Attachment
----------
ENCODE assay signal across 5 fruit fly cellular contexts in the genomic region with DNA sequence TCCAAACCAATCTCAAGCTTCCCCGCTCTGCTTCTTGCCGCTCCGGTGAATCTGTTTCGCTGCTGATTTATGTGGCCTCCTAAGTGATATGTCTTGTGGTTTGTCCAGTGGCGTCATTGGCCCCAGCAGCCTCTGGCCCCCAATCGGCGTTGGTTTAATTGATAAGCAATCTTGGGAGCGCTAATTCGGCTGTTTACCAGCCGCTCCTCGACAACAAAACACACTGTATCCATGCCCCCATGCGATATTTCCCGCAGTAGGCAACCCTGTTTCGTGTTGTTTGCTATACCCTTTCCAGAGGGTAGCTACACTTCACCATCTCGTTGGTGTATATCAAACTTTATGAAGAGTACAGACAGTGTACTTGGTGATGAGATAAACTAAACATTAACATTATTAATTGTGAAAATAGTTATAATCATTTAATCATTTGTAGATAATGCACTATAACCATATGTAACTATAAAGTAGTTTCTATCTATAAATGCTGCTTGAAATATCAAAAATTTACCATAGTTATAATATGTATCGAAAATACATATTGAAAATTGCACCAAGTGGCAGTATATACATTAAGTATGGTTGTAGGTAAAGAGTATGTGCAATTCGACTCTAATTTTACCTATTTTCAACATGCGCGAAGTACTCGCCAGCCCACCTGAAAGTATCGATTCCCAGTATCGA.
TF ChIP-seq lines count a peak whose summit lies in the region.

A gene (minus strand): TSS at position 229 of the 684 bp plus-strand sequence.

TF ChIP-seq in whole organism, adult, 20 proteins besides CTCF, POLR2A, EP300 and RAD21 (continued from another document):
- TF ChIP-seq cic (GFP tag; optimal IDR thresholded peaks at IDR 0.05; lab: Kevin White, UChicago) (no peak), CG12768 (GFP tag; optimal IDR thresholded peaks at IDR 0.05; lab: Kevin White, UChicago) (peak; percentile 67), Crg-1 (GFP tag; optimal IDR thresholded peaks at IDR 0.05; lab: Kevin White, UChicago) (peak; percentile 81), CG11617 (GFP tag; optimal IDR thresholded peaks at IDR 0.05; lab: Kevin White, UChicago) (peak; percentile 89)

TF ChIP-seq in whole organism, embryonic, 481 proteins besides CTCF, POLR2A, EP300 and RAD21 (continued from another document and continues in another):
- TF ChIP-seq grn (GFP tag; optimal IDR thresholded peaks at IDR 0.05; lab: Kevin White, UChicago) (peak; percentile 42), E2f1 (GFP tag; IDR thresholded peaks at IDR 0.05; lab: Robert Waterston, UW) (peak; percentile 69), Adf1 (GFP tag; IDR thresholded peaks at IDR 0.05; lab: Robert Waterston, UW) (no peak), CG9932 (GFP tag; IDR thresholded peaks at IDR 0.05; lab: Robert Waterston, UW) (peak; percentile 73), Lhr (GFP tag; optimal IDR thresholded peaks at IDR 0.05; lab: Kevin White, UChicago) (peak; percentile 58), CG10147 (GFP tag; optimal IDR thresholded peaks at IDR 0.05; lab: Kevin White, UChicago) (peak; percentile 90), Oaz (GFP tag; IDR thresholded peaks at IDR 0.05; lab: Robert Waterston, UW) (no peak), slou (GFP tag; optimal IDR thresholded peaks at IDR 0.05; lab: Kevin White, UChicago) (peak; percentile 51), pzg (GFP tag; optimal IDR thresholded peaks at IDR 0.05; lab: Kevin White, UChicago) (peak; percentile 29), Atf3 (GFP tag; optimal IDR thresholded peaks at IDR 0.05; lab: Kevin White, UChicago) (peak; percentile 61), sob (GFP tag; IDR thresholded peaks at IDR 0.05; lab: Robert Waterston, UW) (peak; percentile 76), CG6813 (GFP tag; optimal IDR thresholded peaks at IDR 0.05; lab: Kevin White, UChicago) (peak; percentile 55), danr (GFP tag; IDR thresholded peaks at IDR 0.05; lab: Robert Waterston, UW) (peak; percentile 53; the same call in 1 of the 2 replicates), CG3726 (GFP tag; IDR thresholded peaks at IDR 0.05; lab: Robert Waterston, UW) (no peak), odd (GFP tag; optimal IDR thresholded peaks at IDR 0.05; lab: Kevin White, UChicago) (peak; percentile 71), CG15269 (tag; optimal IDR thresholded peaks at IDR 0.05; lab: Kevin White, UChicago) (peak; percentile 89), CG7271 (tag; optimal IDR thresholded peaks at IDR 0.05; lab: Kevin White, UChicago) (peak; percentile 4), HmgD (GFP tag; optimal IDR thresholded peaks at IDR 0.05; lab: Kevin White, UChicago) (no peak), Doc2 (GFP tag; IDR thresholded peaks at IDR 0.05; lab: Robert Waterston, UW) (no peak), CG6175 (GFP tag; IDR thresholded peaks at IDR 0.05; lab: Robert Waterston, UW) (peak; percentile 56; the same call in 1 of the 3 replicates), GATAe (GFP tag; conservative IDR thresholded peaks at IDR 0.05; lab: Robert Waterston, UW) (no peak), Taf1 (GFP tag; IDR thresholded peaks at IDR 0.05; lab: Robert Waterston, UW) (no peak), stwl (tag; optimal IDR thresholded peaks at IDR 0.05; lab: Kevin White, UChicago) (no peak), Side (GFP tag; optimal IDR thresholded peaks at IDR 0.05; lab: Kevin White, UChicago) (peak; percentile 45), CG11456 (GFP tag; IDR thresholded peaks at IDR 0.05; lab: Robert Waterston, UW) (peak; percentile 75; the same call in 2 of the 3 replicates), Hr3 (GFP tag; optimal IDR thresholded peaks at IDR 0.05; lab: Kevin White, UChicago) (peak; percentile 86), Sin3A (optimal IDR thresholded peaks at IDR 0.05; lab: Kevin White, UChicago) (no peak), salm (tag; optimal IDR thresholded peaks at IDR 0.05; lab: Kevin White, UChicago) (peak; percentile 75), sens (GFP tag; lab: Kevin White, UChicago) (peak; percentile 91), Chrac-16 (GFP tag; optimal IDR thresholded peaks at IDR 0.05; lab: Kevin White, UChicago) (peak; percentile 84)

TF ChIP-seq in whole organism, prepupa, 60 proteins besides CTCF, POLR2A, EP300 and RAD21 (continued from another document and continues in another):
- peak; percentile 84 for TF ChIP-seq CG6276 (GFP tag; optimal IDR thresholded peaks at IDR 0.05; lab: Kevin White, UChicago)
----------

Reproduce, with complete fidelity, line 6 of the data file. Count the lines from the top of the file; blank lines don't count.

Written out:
TF ChIP-seq in whole organism, embryonic, 481 proteins besides CTCF, POLR2A, EP300 and RAD21 (continued from another document and continues in another):